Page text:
They solved this issue by using wooden panels to represent the remaining parts of the arch, so it pretty much resembles the way it looks today except for the decorations that were added later on.
6. The monument was almost not completed in the late 19th century
If it was up to the Belgian Government in the late 19th-century, the arch would most probably never have been completed. The reason was a simple fact that they deemed it way too expensive.
This power struggle remained until the early 20th century when private funds were used to complete the structure. A new architect by the name of Charles Girault was chosen to complete the arch following the death of the original architect in 1904.
The arch was eventually inaugurated by King Leopold II on September 27, 1905, on the 75th anniversary of the Kingdom of Belgium!
7. The triple arch was designed with something particular in mind
French architect Charles Girault made one crucial change to the design of the arch, which was to turn it into a triple arch instead of just a single one.
The main reason was that it was meant to represent an extension of two of the main thoroughfares of the city, the Rue de la Loi/Wetstraat in the direction of the city’s center, and the Avenue de Tervueren/Tervurenlaan in the other direction.
8. How big is the Cinquantenaire Arch?
The Cinquantenaire Arch is an enormous structure and it’s visible from the entire area of the 30 hectares (74 acres) park it’s located in. That’s because the arch has a total height of 45 meters (148 feet) and a width of 30 meters (98 feet).
To give some reference to this number, this is almost as big as one of the most famous arches in the world, the Arc de Triomphe in Paris, which stands 50 meters (164 feet) tall.
The interior ceiling of the arch’s bays is decorated with laurel wreaths on one side and the official pledge of Belgium, “The King, and Law, and Liberty,” on the other.
9. The structure is topped with a huge bronze quadriga
One of the original elements of the arch that was designed by Gédéon Bordiau is the monumental quadriga that tops the structure. This bronze sculpture is titled “Brabant Raising the National Flag” and was a collaboration of two renowned Belgian sculptors.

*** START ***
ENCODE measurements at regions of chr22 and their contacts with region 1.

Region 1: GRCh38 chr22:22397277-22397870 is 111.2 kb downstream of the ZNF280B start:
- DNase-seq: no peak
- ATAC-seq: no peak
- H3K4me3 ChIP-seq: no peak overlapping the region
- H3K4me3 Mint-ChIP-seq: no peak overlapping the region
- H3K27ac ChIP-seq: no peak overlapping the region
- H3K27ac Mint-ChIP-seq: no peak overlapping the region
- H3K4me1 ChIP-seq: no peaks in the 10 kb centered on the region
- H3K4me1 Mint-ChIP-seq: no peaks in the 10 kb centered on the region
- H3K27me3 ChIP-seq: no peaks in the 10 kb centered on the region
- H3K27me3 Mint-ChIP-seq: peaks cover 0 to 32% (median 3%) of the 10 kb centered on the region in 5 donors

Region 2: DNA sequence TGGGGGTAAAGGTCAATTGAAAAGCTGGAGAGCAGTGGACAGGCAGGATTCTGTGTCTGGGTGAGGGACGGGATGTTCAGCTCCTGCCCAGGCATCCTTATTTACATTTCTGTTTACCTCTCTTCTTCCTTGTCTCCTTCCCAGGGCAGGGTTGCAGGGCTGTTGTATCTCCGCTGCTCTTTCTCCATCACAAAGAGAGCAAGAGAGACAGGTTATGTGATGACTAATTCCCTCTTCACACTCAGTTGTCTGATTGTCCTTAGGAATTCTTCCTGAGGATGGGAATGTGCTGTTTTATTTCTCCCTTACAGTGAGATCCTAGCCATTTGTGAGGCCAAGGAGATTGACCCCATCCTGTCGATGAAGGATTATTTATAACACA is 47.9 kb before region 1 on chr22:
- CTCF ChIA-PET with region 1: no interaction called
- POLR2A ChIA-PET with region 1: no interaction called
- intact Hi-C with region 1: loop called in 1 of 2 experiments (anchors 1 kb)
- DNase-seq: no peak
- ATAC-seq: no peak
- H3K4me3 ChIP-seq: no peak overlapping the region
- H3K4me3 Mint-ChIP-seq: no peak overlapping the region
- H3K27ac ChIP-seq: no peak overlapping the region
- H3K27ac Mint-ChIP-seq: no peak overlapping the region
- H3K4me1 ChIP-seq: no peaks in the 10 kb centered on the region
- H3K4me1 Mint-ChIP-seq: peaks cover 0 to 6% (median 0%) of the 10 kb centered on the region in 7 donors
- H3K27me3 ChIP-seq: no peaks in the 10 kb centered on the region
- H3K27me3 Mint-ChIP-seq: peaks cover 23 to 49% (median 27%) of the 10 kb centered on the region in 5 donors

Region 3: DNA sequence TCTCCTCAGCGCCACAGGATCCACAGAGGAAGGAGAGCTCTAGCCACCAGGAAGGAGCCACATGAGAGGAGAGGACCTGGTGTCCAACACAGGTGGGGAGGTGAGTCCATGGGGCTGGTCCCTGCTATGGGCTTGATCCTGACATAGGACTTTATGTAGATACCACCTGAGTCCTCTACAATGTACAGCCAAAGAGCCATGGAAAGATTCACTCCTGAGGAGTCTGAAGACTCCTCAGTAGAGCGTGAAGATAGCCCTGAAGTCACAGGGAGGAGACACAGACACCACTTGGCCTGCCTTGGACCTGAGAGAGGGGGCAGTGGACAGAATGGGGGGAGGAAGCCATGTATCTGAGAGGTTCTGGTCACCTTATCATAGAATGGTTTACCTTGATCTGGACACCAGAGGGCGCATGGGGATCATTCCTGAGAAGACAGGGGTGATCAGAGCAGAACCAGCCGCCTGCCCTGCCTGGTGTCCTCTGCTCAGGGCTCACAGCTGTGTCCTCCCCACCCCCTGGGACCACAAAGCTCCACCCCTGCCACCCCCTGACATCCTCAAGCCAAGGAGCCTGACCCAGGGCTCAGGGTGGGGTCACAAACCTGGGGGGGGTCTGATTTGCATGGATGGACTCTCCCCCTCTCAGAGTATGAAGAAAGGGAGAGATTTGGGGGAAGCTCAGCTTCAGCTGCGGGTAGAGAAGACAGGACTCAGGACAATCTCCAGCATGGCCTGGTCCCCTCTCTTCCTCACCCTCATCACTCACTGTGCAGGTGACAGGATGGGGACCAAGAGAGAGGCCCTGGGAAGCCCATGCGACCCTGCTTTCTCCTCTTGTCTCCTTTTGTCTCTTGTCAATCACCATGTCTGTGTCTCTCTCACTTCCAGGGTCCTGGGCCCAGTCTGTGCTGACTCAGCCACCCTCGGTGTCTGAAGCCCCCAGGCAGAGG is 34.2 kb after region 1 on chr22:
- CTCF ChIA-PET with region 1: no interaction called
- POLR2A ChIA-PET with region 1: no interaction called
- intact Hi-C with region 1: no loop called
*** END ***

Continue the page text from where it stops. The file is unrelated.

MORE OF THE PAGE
The main figures sitting inside the quadriga were sculpted by Thomas Vinçotte (1850-1925), and the horses were completed by his colleague Jules Lagae (1862-1931).
The inscription on the arch reads “Dit monument was in 1905 opgericht ter verheerlijking van Belgie’s onafhankelijkheid,” which translates to: “This monument was erected in 1905 for the glorification of the independence of Belgium.”
10. The statues on the arch represents the Belgian provinces
The quadriga on top of the monument represents Brabant, which was one of the 9 Belgian provinces that made up the country in the early 20th century. Today, the country consists of 10 provinces because Brabant was split into a Flemish (Durch) and a Walloon (French) part in 1995.
The arch is further decorated with 8 other sculptures that represent the other 8 provinces of the country, which are West Flanders, East Flanders, Antwerp, Limburg, Hainaut, Namur, Liège, and Luxembourg.
These sculptures decorate the lower section of the arch below the columns. There are an additional 12 sculptures located on the spandrels of the arch which represent allegories of Arts and Industry.